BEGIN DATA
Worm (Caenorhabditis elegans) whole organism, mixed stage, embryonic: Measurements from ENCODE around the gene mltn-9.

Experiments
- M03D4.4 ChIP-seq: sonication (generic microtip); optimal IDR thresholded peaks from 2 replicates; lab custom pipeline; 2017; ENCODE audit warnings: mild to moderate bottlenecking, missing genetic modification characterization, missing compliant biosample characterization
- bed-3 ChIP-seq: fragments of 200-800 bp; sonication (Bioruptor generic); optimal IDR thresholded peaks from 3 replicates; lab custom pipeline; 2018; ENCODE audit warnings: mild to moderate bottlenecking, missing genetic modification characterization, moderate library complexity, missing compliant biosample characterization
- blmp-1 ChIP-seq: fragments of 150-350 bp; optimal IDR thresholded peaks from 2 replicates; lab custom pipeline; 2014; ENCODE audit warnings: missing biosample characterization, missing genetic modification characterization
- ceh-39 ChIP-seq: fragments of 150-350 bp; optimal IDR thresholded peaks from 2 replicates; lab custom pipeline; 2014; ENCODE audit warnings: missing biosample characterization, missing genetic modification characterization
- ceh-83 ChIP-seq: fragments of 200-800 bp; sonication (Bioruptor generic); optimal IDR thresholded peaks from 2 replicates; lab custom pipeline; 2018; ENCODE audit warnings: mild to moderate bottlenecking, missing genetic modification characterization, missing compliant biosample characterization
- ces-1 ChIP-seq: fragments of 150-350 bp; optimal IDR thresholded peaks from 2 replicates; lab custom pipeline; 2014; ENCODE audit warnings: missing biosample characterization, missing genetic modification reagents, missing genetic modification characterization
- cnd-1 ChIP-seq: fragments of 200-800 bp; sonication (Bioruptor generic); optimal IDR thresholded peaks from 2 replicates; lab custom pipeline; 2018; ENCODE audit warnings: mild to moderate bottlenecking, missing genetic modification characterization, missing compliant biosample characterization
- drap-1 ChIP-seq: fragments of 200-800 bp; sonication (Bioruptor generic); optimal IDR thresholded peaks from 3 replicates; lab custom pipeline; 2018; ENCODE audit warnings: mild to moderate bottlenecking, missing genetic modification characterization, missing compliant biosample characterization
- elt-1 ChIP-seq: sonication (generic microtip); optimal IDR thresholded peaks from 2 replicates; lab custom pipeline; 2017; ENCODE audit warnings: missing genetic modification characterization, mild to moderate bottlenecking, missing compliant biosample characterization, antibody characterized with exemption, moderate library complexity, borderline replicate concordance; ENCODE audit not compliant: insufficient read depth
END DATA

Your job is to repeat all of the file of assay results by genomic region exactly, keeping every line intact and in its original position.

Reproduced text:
Worm (Caenorhabditis elegans) whole organism, mixed stage, embryonic: Measurements from ENCODE around the gene mltn-9.

Experiments
- M03D4.4 ChIP-seq: sonication (generic microtip); optimal IDR thresholded peaks from 2 replicates; lab custom pipeline; 2017; ENCODE audit warnings: mild to moderate bottlenecking, missing genetic modification characterization, missing compliant biosample characterization
- bed-3 ChIP-seq: fragments of 200-800 bp; sonication (Bioruptor generic); optimal IDR thresholded peaks from 3 replicates; lab custom pipeline; 2018; ENCODE audit warnings: mild to moderate bottlenecking, missing genetic modification characterization, moderate library complexity, missing compliant biosample characterization
- blmp-1 ChIP-seq: fragments of 150-350 bp; optimal IDR thresholded peaks from 2 replicates; lab custom pipeline; 2014; ENCODE audit warnings: missing biosample characterization, missing genetic modification characterization
- ceh-39 ChIP-seq: fragments of 150-350 bp; optimal IDR thresholded peaks from 2 replicates; lab custom pipeline; 2014; ENCODE audit warnings: missing biosample characterization, missing genetic modification characterization
- ceh-83 ChIP-seq: fragments of 200-800 bp; sonication (Bioruptor generic); optimal IDR thresholded peaks from 2 replicates; lab custom pipeline; 2018; ENCODE audit warnings: mild to moderate bottlenecking, missing genetic modification characterization, missing compliant biosample characterization
- ces-1 ChIP-seq: fragments of 150-350 bp; optimal IDR thresholded peaks from 2 replicates; lab custom pipeline; 2014; ENCODE audit warnings: missing biosample characterization, missing genetic modification reagents, missing genetic modification characterization
- cnd-1 ChIP-seq: fragments of 200-800 bp; sonication (Bioruptor generic); optimal IDR thresholded peaks from 2 replicates; lab custom pipeline; 2018; ENCODE audit warnings: mild to moderate bottlenecking, missing genetic modification characterization, missing compliant biosample characterization
- drap-1 ChIP-seq: fragments of 200-800 bp; sonication (Bioruptor generic); optimal IDR thresholded peaks from 3 replicates; lab custom pipeline; 2018; ENCODE audit warnings: mild to moderate bottlenecking, missing genetic modification characterization, missing compliant biosample characterization
- elt-1 ChIP-seq: sonication (generic microtip); optimal IDR thresholded peaks from 2 replicates; lab custom pipeline; 2017; ENCODE audit warnings: missing genetic modification characterization, mild to moderate bottlenecking, missing compliant biosample characterization, antibody characterized with exemption, moderate library complexity, borderline replicate concordance; ENCODE audit not compliant: insufficient read depth